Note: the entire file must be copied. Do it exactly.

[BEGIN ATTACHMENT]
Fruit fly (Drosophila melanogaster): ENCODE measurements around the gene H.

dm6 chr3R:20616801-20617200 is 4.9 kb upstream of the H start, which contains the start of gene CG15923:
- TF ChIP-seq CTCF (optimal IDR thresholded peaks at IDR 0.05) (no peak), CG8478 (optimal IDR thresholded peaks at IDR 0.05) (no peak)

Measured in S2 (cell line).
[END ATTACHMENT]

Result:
Fruit fly (Drosophila melanogaster): ENCODE measurements around the gene H.

dm6 chr3R:20616801-20617200 is 4.9 kb upstream of the H start, which contains the start of gene CG15923:
- TF ChIP-seq CTCF (optimal IDR thresholded peaks at IDR 0.05) (no peak), CG8478 (optimal IDR thresholded peaks at IDR 0.05) (no peak)

Measured in S2 (cell line).